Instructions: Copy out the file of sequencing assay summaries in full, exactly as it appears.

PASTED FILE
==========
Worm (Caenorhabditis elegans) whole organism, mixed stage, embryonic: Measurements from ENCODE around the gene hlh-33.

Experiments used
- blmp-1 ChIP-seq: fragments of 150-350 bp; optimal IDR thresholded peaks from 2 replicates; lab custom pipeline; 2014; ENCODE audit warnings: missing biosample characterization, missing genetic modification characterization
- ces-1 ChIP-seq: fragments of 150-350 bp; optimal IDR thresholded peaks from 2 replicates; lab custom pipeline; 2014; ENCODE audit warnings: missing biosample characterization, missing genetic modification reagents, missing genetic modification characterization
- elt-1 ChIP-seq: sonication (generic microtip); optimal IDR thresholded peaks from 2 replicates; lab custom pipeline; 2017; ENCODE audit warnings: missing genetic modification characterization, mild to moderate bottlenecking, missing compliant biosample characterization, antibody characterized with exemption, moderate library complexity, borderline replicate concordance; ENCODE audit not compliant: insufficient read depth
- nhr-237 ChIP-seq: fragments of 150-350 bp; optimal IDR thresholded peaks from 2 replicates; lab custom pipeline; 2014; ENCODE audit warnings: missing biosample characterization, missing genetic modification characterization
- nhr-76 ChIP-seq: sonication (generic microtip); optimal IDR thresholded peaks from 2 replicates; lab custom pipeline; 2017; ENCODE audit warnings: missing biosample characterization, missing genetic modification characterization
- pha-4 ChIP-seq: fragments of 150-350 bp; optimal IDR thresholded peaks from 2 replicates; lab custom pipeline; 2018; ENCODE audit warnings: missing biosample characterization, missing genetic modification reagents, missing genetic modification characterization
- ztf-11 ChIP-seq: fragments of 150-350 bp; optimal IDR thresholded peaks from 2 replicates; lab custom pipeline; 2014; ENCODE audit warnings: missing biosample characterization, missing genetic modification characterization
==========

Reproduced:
Worm (Caenorhabditis elegans) whole organism, mixed stage, embryonic: Measurements from ENCODE around the gene hlh-33.

Experiments used
- blmp-1 ChIP-seq: fragments of 150-350 bp; optimal IDR thresholded peaks from 2 replicates; lab custom pipeline; 2014; ENCODE audit warnings: missing biosample characterization, missing genetic modification characterization
- ces-1 ChIP-seq: fragments of 150-350 bp; optimal IDR thresholded peaks from 2 replicates; lab custom pipeline; 2014; ENCODE audit warnings: missing biosample characterization, missing genetic modification reagents, missing genetic modification characterization
- elt-1 ChIP-seq: sonication (generic microtip); optimal IDR thresholded peaks from 2 replicates; lab custom pipeline; 2017; ENCODE audit warnings: missing genetic modification characterization, mild to moderate bottlenecking, missing compliant biosample characterization, antibody characterized with exemption, moderate library complexity, borderline replicate concordance; ENCODE audit not compliant: insufficient read depth
- nhr-237 ChIP-seq: fragments of 150-350 bp; optimal IDR thresholded peaks from 2 replicates; lab custom pipeline; 2014; ENCODE audit warnings: missing biosample characterization, missing genetic modification characterization
- nhr-76 ChIP-seq: sonication (generic microtip); optimal IDR thresholded peaks from 2 replicates; lab custom pipeline; 2017; ENCODE audit warnings: missing biosample characterization, missing genetic modification characterization
- pha-4 ChIP-seq: fragments of 150-350 bp; optimal IDR thresholded peaks from 2 replicates; lab custom pipeline; 2018; ENCODE audit warnings: missing biosample characterization, missing genetic modification reagents, missing genetic modification characterization
- ztf-11 ChIP-seq: fragments of 150-350 bp; optimal IDR thresholded peaks from 2 replicates; lab custom pipeline; 2014; ENCODE audit warnings: missing biosample characterization, missing genetic modification characterization